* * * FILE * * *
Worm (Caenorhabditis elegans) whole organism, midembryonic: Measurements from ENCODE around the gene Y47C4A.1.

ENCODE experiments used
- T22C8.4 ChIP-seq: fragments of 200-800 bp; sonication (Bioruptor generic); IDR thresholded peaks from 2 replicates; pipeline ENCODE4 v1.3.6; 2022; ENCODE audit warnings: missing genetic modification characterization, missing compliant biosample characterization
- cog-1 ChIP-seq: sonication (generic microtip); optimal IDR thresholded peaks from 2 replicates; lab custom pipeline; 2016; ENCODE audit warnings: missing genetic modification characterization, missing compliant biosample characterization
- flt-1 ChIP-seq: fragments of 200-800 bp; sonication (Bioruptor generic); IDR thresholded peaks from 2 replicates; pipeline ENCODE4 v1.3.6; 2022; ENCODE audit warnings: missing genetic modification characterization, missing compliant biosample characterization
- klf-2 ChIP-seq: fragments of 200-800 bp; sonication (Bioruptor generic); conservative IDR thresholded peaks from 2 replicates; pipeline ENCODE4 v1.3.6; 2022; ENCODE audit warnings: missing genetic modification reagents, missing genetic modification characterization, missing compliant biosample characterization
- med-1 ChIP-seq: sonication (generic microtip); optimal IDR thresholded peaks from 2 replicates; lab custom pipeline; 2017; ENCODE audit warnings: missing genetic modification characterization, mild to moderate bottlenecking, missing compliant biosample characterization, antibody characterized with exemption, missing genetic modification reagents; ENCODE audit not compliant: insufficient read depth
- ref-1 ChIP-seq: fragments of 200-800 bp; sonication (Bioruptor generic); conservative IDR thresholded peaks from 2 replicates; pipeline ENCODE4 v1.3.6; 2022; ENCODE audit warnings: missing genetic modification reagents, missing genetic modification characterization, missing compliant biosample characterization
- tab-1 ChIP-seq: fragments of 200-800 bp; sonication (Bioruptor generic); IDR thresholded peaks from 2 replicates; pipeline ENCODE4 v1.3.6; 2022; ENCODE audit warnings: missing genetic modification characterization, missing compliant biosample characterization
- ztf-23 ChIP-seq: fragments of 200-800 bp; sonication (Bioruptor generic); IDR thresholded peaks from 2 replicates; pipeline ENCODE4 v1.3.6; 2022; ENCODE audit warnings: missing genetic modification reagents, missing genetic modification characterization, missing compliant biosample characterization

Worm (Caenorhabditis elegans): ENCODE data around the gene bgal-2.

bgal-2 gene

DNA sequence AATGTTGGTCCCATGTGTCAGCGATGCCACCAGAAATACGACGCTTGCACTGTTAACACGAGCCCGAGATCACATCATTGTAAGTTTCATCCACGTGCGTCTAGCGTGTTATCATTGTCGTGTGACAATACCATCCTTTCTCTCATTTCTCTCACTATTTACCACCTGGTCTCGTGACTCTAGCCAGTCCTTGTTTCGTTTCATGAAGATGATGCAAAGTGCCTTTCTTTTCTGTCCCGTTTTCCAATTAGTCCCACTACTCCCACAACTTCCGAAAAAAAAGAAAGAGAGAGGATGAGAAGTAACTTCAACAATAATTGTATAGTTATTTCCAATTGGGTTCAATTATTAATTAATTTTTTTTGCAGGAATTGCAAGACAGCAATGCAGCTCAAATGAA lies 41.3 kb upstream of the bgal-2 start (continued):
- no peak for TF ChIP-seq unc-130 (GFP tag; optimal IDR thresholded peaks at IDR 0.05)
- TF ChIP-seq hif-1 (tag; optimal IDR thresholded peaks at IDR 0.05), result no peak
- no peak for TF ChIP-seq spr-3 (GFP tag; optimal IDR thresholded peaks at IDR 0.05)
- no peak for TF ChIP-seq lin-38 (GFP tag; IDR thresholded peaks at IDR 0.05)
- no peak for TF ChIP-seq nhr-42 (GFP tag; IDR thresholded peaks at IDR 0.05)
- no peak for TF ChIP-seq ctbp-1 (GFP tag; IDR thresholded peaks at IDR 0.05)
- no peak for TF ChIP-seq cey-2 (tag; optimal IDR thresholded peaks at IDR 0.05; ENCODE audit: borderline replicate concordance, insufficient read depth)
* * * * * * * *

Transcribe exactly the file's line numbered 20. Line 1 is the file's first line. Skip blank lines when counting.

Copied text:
- no peak for TF ChIP-seq cey-2 (tag; optimal IDR thresholded peaks at IDR 0.05; ENCODE audit: borderline replicate concordance, insufficient read depth)